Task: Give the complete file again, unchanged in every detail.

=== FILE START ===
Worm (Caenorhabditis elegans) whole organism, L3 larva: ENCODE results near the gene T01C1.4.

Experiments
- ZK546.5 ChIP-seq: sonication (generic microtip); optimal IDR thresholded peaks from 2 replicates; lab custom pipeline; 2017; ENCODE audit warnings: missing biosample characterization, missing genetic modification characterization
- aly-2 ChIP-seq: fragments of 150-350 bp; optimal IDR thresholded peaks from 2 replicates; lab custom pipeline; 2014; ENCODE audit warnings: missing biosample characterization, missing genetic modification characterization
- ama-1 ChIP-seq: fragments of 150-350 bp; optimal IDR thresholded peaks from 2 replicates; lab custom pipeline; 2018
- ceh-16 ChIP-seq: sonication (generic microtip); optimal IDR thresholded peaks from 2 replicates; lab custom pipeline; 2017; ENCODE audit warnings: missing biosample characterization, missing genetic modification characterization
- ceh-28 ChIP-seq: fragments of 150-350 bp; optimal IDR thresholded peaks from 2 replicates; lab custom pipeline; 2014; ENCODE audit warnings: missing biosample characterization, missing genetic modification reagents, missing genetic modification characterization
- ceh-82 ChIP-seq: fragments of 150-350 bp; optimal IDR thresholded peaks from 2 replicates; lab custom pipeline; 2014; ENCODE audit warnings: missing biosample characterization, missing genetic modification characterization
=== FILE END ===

Worm (Caenorhabditis elegans) whole organism, L3 larva: ENCODE results near the gene T01C1.4.

Experiments
- ZK546.5 ChIP-seq: sonication (generic microtip); optimal IDR thresholded peaks from 2 replicates; lab custom pipeline; 2017; ENCODE audit warnings: missing biosample characterization, missing genetic modification characterization
- aly-2 ChIP-seq: fragments of 150-350 bp; optimal IDR thresholded peaks from 2 replicates; lab custom pipeline; 2014; ENCODE audit warnings: missing biosample characterization, missing genetic modification characterization
- ama-1 ChIP-seq: fragments of 150-350 bp; optimal IDR thresholded peaks from 2 replicates; lab custom pipeline; 2018
- ceh-16 ChIP-seq: sonication (generic microtip); optimal IDR thresholded peaks from 2 replicates; lab custom pipeline; 2017; ENCODE audit warnings: missing biosample characterization, missing genetic modification characterization
- ceh-28 ChIP-seq: fragments of 150-350 bp; optimal IDR thresholded peaks from 2 replicates; lab custom pipeline; 2014; ENCODE audit warnings: missing biosample characterization, missing genetic modification reagents, missing genetic modification characterization
- ceh-82 ChIP-seq: fragments of 150-350 bp; optimal IDR thresholded peaks from 2 replicates; lab custom pipeline; 2014; ENCODE audit warnings: missing biosample characterization, missing genetic modification characterization